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MikeT

My 404 Coupé Injection

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Three coats of colour, off-gassing at the moment.  Wet sanding to come next week, then three coats of clear and more wet sanding...

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Thursday I borrowed my friend Rob Conway's truck and brought the suspension down to Victoria.  The car was outside on its cart, looking mirror smooth everywhere.  The work is really impeccable.  Amazing, worth every dollar.

 

So I helped Pat Higgins, the metal worker who did the body reconstruction, mount the suspension under the 404C.  It was a bit of an operation and we used the car's original jack mounts to help us lift the body high enough to get the suspension underneath.  She looks good sitting on her wheels and XAS tires now.

 

Friday she gets a final polish and final touches and either Friday PM or Saturday she should be coming home on the flatbed.

 

I loaded the photos at a different site this time, so click on the image to see it in full size.

 

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Definitely not!  I have to get the engine rebuilt and pay for a reupholstery job first, but the piggy bank is empty when I attempt to rattle it.  But reassembly will begin.

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I got the last of the painted parts back from the restoration shop: under bumper spoiler/air deflector (semi-matt black), front bumper filler panel (dark blue), grille for fresh air intake (dark blue), body number (painted blue tag with stencil numbers)

 

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Plated parts (main batch) are back. Bumpers are not plated but rather are stainless steel. They are now straightened and polished beautifully. Door handles are rechromed pot metal, and perfect. Taillight bezels are also rechromed pot metal and although the plater was apologizing for their finish, it's very, very good - 9/10 - and excellent considering the bad starting condition. The grille surround was rechromed too because the chrome on the upper lip was getting grainy. 

 

All the silver-looking stuff is plated in cadmium as it was when it was new (silver, not the greenish version).

 

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Installed a few of the plated items.  Very bright!

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I decided to do the grille today.  The bars are anodized aluminium and have some patina from road debris over the years.  All other marks were polished off by hand, not damaging the anodizing.  I then reassembled the five bars and put the brand new Peugeot crest that I bought in Sochaux in 2014 on (it came attached to a mid-sixties 403 grille).  Then I reassembled it with the newly rechromed grille frame.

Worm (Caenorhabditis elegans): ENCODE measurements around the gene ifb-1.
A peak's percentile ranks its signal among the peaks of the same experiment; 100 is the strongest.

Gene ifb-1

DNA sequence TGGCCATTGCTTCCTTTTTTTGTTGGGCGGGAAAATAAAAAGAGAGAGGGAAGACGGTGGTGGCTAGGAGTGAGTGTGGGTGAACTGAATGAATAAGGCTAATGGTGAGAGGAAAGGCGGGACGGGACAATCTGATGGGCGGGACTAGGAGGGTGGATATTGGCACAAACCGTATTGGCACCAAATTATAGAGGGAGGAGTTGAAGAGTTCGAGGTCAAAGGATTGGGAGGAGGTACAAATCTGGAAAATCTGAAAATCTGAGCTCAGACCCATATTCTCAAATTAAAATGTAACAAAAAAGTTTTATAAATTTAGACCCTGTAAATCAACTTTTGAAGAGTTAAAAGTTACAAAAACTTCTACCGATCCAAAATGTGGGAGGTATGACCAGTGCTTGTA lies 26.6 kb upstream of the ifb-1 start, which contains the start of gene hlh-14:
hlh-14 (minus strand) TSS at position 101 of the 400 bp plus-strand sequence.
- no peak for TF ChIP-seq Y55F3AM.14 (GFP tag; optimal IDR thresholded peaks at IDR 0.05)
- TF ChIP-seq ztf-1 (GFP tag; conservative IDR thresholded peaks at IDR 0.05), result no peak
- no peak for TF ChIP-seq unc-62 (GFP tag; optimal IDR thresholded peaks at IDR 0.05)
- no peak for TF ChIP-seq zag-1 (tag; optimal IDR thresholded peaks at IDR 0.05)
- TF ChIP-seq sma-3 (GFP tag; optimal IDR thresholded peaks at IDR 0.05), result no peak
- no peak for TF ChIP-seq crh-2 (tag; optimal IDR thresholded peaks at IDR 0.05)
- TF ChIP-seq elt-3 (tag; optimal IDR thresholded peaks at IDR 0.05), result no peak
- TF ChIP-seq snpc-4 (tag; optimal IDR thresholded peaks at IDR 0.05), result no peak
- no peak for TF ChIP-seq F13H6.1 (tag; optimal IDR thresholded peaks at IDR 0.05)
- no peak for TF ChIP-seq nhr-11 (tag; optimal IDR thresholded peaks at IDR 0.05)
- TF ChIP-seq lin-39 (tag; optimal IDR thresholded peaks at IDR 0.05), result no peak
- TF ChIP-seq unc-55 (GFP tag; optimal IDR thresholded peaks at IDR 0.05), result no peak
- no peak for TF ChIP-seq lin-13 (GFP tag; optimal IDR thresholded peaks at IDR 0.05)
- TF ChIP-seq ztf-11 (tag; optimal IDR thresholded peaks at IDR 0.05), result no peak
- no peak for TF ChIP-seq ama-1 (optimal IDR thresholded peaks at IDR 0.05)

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Really?  Cool!  Do you know if his car still exists?  Please, tell me more!

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Where was he located?  Can she say where the owner is located and maybe his name?

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Round two of plated hardware:

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Replated taillights that I got a couple of weeks ago, this time  reassembled.  One of the turn signal bulb bases had to be replated due to corrosion and all of the lens screws were replated too. 

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6 months ago I was desperate to find one of these.  Instead I found an earlier version with the same threading that had to be turned down on a lathe to make it fit.  Then a couple weeks ago, I found this.....in the same box where I found the others.  So I had it replated for future considerations.....

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I was away in Prince George last weekend with Sandy but on the way we managed to squeeze some 404 action in: I stopped by John Coltman's house in Barriere BC and he gave me a bunch of NOS 404 parts, plus some old KF2 injection parts and lots of spare fasteners and hardware.

 

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On the way back home I bought a huge sheet of rubber for making the pedal box gasket and inner fender rubber seals.  

 

Tonight I took 15 minutes to make a new gasket, took about 15 minutes.  It's on the car already, on the studs in the footwell waiting for the pedal box to be mounted (months from now, I don't want the pedals in the way early on in the reassembly process).

 

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Old one on right, my replica on the left.

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Slow progress to report....

 

Dashboard's Pininfarina sign has been replated :
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....and mounted on the dashboard's stainless steel trim panel.  Note the stainless trim to the left of the instrument cluster, it's not original but I like it.